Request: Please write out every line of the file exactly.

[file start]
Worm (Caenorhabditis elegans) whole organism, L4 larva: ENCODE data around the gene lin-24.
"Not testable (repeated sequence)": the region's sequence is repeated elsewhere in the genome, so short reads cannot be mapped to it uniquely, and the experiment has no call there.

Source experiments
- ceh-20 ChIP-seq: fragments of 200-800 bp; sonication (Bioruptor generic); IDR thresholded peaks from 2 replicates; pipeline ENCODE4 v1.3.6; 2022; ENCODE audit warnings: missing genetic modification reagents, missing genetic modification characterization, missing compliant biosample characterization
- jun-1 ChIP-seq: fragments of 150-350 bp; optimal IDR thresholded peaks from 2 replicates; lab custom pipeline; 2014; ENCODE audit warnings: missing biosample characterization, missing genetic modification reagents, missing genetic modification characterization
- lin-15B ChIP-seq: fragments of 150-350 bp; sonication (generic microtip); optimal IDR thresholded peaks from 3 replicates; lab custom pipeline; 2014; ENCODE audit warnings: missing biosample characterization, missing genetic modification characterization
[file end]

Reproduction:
Worm (Caenorhabditis elegans) whole organism, L4 larva: ENCODE data around the gene lin-24.
"Not testable (repeated sequence)": the region's sequence is repeated elsewhere in the genome, so short reads cannot be mapped to it uniquely, and the experiment has no call there.

Source experiments
- ceh-20 ChIP-seq: fragments of 200-800 bp; sonication (Bioruptor generic); IDR thresholded peaks from 2 replicates; pipeline ENCODE4 v1.3.6; 2022; ENCODE audit warnings: missing genetic modification reagents, missing genetic modification characterization, missing compliant biosample characterization
- jun-1 ChIP-seq: fragments of 150-350 bp; optimal IDR thresholded peaks from 2 replicates; lab custom pipeline; 2014; ENCODE audit warnings: missing biosample characterization, missing genetic modification reagents, missing genetic modification characterization
- lin-15B ChIP-seq: fragments of 150-350 bp; sonication (generic microtip); optimal IDR thresholded peaks from 3 replicates; lab custom pipeline; 2014; ENCODE audit warnings: missing biosample characterization, missing genetic modification characterization